Nearly everyone in the startup space has recognized the rise of a new class of VC and angel investor over the last few years. I’ll call them the “celebrity-investor” because much of their reputation stems not necessarily from their accomplishments (though most have achieved and invested in remarkable things) but from their personal brand – often centered around a popular blog.
Examples would include:
• Fred Wilson of Union Square Ventures
• Paul Graham of YCombinator
• Mark Suster of GRP Partners
• Bill Gurley of Benchmark
• Chris Dixon of Hunch
• David Hornik of August Capital
• David Cowan of Bessemer Partners
• Dave McClure of Founders Fund
And there’s 120+ more listed here. Jeff Bussgang of Flybridge in Boston estimated in January of 2010 that this represents 10-12% of all the active VCs in the United States.
And it’s no surprise.
Some of the biggest things entrepreneurs hope for from their investors can be achieved remarkably well by building a powerful personal brand on the web. When Fred Wilson or Chris Dixon or Mike Hirshland (Polaris Ventures) blog, people listen. They read. They retweet. They email their colleagues.
And when they invest, their names carry a weight and a premium that brings tremendous value. Other investors, entrepreneurs, potential acquirers and press pay attention to those startups. One might draw a parallel to the way Hollywood celebrities’ every t-shirt, nightclub, restaurant and trash bin is scoured and obsessed over.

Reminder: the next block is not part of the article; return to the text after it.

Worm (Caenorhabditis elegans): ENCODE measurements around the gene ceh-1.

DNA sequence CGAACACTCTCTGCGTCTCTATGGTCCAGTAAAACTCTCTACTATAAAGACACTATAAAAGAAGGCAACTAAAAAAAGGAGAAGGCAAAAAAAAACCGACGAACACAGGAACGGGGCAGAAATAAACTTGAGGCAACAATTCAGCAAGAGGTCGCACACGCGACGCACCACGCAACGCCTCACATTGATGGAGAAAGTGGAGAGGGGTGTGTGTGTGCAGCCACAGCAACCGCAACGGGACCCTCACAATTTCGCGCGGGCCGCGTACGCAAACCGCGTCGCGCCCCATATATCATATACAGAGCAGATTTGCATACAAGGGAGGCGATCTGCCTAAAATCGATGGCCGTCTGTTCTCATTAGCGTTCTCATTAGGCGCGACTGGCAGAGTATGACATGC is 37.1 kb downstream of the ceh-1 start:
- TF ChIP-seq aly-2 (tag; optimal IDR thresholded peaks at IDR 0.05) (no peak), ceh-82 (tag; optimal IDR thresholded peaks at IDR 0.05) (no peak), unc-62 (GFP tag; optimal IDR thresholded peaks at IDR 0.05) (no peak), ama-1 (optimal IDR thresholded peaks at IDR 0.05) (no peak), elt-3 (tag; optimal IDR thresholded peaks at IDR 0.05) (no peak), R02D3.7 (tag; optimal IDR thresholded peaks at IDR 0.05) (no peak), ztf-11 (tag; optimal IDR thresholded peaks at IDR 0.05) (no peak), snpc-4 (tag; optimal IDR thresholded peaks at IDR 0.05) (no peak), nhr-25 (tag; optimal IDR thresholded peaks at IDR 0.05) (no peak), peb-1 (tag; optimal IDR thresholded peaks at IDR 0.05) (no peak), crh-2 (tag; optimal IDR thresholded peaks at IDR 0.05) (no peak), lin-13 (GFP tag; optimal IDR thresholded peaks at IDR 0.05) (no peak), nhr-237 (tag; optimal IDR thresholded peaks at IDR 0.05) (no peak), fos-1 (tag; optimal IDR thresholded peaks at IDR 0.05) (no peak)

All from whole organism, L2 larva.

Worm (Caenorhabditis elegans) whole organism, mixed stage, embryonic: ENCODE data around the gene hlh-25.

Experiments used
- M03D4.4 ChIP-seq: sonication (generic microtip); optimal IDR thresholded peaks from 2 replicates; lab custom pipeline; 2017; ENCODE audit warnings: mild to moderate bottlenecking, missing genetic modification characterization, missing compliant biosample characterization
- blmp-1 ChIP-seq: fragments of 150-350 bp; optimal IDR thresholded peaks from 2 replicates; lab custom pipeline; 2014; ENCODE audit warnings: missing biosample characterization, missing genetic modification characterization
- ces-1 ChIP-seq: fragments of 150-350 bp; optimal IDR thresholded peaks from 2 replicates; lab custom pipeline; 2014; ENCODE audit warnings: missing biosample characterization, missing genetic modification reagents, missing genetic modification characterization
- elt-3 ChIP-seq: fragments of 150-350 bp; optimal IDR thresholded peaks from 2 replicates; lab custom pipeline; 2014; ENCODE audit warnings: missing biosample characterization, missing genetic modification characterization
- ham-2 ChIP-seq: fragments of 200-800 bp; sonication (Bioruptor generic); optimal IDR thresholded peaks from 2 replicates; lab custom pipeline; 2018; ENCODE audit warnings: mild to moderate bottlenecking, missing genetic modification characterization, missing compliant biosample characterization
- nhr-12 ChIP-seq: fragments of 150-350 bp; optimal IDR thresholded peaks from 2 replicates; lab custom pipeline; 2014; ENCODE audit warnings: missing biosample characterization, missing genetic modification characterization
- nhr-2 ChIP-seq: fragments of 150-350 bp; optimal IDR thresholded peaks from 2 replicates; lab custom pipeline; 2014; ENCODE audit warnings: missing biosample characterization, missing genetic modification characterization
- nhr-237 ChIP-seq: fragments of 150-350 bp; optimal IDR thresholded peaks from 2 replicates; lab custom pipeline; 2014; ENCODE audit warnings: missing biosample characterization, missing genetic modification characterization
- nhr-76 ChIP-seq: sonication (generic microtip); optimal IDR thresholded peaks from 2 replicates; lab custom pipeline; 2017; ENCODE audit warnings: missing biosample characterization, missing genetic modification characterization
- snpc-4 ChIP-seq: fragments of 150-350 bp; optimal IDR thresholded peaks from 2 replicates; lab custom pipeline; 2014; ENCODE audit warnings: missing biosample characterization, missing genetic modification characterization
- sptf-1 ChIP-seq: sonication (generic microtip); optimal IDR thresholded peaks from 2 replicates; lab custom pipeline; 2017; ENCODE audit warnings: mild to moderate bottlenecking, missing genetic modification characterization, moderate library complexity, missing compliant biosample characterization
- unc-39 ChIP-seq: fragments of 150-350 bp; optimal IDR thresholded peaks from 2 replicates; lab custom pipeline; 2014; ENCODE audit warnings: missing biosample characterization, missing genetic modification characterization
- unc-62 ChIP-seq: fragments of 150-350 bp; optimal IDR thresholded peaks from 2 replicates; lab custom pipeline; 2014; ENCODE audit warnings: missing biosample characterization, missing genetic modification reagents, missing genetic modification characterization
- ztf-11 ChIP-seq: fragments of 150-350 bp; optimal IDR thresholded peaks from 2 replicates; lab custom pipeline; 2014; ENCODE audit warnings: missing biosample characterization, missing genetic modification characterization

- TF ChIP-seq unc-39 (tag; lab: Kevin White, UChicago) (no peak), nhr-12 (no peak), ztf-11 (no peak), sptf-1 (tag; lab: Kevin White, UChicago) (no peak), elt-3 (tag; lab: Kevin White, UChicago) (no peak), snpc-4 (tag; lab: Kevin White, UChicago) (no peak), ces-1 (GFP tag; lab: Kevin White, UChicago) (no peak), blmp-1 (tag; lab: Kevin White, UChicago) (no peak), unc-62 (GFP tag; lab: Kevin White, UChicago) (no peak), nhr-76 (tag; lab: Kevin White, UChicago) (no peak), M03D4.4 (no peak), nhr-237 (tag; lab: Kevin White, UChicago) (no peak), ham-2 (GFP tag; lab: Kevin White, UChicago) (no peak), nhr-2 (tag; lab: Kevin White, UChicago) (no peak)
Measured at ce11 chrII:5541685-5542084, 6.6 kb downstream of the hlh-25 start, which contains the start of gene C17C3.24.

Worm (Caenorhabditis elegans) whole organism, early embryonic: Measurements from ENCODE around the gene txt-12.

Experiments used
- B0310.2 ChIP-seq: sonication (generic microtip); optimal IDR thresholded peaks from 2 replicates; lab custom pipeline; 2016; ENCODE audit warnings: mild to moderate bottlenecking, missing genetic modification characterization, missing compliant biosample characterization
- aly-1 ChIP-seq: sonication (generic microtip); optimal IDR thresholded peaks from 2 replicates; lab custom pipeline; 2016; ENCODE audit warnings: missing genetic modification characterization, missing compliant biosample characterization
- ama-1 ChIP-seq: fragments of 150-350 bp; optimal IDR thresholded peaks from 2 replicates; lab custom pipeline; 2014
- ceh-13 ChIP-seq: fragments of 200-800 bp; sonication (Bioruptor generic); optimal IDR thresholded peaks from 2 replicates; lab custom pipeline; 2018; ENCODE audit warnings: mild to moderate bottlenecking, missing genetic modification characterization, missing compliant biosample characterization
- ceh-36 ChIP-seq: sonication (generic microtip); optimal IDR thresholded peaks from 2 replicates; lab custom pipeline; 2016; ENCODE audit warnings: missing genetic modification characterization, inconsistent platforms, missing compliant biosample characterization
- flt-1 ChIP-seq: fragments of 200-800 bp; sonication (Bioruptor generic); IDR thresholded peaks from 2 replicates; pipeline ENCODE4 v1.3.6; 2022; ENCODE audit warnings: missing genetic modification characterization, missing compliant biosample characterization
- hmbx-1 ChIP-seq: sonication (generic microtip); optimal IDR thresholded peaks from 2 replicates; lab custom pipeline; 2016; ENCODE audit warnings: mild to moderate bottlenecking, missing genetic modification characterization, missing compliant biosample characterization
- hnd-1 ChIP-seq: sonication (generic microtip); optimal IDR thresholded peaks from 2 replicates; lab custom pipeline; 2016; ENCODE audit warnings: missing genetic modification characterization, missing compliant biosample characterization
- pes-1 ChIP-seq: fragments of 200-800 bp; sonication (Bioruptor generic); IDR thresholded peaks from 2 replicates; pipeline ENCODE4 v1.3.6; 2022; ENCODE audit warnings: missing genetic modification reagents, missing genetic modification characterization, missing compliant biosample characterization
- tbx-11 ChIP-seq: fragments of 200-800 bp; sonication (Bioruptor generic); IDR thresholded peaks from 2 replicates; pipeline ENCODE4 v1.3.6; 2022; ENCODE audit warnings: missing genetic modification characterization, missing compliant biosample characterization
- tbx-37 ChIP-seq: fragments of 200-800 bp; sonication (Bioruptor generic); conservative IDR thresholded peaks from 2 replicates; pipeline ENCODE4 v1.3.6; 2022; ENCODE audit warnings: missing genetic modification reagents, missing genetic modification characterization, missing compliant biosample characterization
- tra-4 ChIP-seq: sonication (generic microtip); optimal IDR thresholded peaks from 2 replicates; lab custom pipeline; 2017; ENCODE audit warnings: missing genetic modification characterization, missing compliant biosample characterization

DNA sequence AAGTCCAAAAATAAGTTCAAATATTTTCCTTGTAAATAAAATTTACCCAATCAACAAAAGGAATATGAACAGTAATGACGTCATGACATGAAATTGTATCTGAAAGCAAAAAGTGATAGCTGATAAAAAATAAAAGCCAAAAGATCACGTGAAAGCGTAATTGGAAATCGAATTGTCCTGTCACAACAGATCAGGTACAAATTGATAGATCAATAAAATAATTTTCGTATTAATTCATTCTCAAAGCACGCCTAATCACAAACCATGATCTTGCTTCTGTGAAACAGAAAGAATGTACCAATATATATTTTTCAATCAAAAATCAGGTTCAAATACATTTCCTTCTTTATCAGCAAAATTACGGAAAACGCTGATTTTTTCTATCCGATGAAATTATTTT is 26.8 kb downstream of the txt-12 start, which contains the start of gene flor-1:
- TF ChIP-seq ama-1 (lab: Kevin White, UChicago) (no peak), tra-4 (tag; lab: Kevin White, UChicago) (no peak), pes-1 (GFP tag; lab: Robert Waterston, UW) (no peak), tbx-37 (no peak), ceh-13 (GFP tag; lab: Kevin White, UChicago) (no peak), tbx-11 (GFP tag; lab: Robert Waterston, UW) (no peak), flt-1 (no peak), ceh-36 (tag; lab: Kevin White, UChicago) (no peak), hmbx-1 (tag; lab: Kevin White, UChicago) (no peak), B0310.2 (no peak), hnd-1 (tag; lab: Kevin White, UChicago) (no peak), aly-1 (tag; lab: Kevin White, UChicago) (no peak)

I’m not saying this behavior by the rest of the startup or press community is fair, reasonable or even logical. But, it works and for that reason, I’m surprised more investors don’t put more of their time into this type of buzz building. The power of a blog with a few thousand subscribers, a Twitter account with 10K+ followers and posts that regularly hit the top of Hacker News and Techmeme is immense.
Every startup will want your name attached to their company. You’ll get emails with “hot” companies who want your input and review. When portfolio companies mention your investment, they’ll have extra clout in making connections and getting business development done. Other investors will want to work with you.
Of all the benefits entrepreneurs get from VCs (outside of the money), nearly every one can be bolstered and enhanced by the construction of this personal, celebrity brand. Glen Kelman wrote on the Redfin blog that this may not be the right move for CEOs and founders, Mark Suster wrote a similar piece about “conference whores” (which I intend to address directly in a future post). I’d argue that for VCs and angel investors, it may actually be one of the best uses of your time.
p.s. Just after I wrote this, Fred himself authored a post about how investors can differentiate themselves in competitive deals. He didn’t mention the power of the “celebrity” brand, though I’d argue it’s a huge reason Fred himself (and others like him) don’t need to jump through as many hoops to get good deals.